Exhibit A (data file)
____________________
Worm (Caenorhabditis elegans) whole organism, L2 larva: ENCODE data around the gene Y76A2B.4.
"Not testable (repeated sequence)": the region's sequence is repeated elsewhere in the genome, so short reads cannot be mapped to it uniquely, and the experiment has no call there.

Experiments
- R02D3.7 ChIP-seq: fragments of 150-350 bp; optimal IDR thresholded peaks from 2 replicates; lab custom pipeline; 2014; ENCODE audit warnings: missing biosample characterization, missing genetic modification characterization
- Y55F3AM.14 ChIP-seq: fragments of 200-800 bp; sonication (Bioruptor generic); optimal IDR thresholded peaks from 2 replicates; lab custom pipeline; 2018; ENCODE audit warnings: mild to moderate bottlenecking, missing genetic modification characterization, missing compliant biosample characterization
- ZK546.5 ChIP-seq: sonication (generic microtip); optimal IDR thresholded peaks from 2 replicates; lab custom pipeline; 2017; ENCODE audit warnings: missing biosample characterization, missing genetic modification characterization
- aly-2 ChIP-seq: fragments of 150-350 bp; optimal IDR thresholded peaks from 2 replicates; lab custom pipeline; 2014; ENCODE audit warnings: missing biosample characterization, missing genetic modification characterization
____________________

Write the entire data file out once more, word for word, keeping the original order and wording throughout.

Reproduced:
Worm (Caenorhabditis elegans) whole organism, L2 larva: ENCODE data around the gene Y76A2B.4.
"Not testable (repeated sequence)": the region's sequence is repeated elsewhere in the genome, so short reads cannot be mapped to it uniquely, and the experiment has no call there.

Experiments
- R02D3.7 ChIP-seq: fragments of 150-350 bp; optimal IDR thresholded peaks from 2 replicates; lab custom pipeline; 2014; ENCODE audit warnings: missing biosample characterization, missing genetic modification characterization
- Y55F3AM.14 ChIP-seq: fragments of 200-800 bp; sonication (Bioruptor generic); optimal IDR thresholded peaks from 2 replicates; lab custom pipeline; 2018; ENCODE audit warnings: mild to moderate bottlenecking, missing genetic modification characterization, missing compliant biosample characterization
- ZK546.5 ChIP-seq: sonication (generic microtip); optimal IDR thresholded peaks from 2 replicates; lab custom pipeline; 2017; ENCODE audit warnings: missing biosample characterization, missing genetic modification characterization
- aly-2 ChIP-seq: fragments of 150-350 bp; optimal IDR thresholded peaks from 2 replicates; lab custom pipeline; 2014; ENCODE audit warnings: missing biosample characterization, missing genetic modification characterization